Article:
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Peruvian archaeologist Luis Jaime Castillo Butters "has created a drone air force to map, monitor and safeguard his country’s ancient treasures," according to the New York Times.
Researchers in Peru "struggle to protect the country’s archaeological heritage from squatters and land traffickers, who often secure property through fraud or political connections to profit from rising land values," we read. "Experts say hundreds, perhaps thousands of ancient sites are endangered by such encroachment."
What's needed, it seems, is a kind of standing army or reserve corps of mechanical eyes, ready to take flight at a moment's notice and document abuses or vandalism at historic sites, and this, the article implies, is at least one of the ultimate goals. Indeed, "drones can address the problem, quickly and cheaply, by providing bird’s-eye views of ruins that can be converted into 3-D images and highly detailed maps."
At least that's the goal. Actually watching the "drone air force" at work, however, doesn't quite live up to rhetorical expectations. Instead, sand grains cause mechanical failure, batteries need to be checked and replaced, the geometrically skewed images coming back from the camera are difficult to reconcile with one another, and the small team of archaeological operators only manages to perform a short flight over the targeted valley before calling their DJI Phantom back to base.
Having said that, though, aerial landscape data culled not just from UAVs but from cameras and scanning equipment carried by kites, helium balloons, satellites, light aircraft, and even helicopter patrols has had a transformative effect on archaeological fieldwork.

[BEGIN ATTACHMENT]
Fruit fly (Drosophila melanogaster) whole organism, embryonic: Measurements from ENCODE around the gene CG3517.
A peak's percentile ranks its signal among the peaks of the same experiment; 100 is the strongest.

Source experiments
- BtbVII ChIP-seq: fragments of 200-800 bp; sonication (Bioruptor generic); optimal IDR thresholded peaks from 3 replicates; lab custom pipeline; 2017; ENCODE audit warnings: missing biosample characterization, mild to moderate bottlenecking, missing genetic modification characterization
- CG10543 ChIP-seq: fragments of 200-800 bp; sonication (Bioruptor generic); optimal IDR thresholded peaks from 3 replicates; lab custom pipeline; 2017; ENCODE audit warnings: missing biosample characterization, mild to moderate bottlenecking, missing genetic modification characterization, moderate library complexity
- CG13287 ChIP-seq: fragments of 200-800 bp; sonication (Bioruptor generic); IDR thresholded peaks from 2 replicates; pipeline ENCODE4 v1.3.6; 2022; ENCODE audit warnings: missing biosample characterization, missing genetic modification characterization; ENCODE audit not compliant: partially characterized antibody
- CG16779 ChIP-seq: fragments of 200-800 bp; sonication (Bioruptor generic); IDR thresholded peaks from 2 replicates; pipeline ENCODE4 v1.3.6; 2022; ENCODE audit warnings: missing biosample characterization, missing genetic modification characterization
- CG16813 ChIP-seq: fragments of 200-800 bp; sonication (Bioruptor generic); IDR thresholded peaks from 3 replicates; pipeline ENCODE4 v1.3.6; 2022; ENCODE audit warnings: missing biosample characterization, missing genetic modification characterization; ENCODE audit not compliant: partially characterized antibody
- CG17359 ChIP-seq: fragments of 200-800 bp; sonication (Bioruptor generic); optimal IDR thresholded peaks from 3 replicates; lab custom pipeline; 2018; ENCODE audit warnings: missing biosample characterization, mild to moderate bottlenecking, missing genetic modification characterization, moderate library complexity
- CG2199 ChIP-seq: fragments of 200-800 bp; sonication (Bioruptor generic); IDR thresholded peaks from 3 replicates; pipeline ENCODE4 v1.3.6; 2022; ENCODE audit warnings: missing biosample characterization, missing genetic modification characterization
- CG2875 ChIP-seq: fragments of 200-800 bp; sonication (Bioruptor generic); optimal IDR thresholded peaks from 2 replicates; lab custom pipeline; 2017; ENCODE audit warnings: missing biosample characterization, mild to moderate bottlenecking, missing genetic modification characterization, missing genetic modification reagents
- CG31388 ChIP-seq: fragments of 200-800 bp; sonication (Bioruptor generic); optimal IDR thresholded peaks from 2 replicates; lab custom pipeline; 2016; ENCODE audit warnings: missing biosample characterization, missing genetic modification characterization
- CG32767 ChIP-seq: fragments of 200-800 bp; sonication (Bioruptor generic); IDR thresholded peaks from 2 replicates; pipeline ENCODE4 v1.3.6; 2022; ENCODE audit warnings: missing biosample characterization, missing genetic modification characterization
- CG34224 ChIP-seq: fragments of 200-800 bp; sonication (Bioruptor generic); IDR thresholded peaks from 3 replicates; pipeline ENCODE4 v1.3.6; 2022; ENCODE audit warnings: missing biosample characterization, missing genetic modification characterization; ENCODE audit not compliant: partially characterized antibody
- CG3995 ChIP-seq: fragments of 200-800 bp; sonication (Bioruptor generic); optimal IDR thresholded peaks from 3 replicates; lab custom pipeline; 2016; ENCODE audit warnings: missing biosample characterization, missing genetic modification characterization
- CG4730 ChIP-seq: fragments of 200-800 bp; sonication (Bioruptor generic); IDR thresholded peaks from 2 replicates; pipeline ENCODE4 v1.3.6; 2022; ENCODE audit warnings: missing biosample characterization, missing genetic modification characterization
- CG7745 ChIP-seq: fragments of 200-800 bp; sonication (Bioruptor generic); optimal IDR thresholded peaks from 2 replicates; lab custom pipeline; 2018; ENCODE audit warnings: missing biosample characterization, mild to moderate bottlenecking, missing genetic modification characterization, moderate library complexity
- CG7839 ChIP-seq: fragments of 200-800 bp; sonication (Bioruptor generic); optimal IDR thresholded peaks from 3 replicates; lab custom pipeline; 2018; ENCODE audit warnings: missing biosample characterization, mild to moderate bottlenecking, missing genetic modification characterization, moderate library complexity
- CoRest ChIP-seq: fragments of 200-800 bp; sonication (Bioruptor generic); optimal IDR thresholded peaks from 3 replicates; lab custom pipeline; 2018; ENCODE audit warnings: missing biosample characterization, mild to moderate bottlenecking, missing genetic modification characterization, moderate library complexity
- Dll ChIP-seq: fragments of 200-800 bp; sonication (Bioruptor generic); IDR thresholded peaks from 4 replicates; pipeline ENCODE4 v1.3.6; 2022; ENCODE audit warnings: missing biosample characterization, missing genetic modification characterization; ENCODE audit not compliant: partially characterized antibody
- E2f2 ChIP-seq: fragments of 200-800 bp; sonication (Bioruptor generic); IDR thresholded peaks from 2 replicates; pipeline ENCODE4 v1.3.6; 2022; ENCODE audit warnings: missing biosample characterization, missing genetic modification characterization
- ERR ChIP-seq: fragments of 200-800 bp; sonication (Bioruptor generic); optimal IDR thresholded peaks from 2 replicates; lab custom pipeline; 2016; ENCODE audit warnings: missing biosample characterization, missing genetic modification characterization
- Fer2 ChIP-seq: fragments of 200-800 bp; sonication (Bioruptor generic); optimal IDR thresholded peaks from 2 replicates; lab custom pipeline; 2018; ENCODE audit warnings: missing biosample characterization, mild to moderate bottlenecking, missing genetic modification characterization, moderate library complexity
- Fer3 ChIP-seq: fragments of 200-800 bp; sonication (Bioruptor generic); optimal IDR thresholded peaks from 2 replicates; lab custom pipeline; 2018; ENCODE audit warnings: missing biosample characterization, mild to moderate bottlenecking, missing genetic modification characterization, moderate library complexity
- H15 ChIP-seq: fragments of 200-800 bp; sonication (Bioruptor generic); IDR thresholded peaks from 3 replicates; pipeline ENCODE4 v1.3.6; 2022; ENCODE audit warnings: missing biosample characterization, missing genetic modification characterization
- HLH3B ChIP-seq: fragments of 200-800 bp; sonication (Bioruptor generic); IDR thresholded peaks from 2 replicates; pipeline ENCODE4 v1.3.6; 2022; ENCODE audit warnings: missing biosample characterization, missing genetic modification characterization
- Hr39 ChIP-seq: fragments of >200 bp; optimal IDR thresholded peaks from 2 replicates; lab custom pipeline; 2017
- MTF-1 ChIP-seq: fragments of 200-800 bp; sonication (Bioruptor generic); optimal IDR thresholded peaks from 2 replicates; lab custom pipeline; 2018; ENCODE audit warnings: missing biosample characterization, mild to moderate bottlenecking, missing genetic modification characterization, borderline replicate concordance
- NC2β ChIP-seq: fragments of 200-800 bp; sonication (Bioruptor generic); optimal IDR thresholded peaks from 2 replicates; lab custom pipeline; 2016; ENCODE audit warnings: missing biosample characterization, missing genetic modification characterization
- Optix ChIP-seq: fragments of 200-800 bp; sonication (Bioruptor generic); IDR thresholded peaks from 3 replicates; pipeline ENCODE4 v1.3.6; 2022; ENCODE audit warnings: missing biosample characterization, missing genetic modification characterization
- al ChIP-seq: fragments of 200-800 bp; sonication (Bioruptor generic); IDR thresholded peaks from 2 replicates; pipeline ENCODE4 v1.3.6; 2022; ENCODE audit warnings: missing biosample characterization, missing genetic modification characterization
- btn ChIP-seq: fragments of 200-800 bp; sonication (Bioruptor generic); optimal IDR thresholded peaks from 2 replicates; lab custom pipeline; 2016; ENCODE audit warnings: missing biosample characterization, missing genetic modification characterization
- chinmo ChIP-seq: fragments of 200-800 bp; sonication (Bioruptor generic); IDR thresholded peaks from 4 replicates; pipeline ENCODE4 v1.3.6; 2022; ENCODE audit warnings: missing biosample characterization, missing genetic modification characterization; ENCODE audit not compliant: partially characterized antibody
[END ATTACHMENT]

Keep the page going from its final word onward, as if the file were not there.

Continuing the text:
[Image: A glimpse of the balloon rig, from Mozas-Calvache et al., Journal of Archaeological Science].
Just one example of this—and there are literally hundreds, as any search through publications such as the Journal of Archaeological Science or World Archaeology will reveal—was an exploration of how the images produced by balloon-based "light aerial platforms" could be made more useful.
Of course, the possible uses for this technique in contemporary architectural or urban documentation and analysis should not be overlooked.
[Image: The balloon rig diagrammed, from Mozas-Calvache et al., Journal of Archaeological Science].
As authors A.T. Mozas-Calvache et al., from the University of Jaen in Spain, explain in a paper for the Journal of Archaeological Science, they have developed "a complete methodology for performing photogrammetric surveying of archaeological sites using light aerial platforms or unmanned aerial vehicle (UAV) systems. Traditionally, the main problem with using these platforms is the irregular geometry of the photographs obtained."
This can make combining the resulting images into a comprehensible map or visual survey fantastically time-consuming, if not sometimes impossible; by comparison, think of a badly stitched panorama on your smartphone, now multiple that times a hundred and you can imagine some of the difficulty involved.
Instead, Mozas-Calvache and Co. built a helium-balloon-based "light aerial platform" whose "spatial coordinates are incorporated in the memory card of a robotized total station for automatic tracking of a 360 º mini reflector prism installed in the camera platform"—all of which is just a more precise way of saying that the location of the camera or scanner is precisely known at every step of its passage over the site, and the resulting, well-gridded images can thus be more easily reconciled.
[Image: Some resulting images, from Mozas-Calvache et al., Journal of Archaeological Science].
But now we're getting off-topic. For more about the "drone air force" of Peru, check out The New York Times.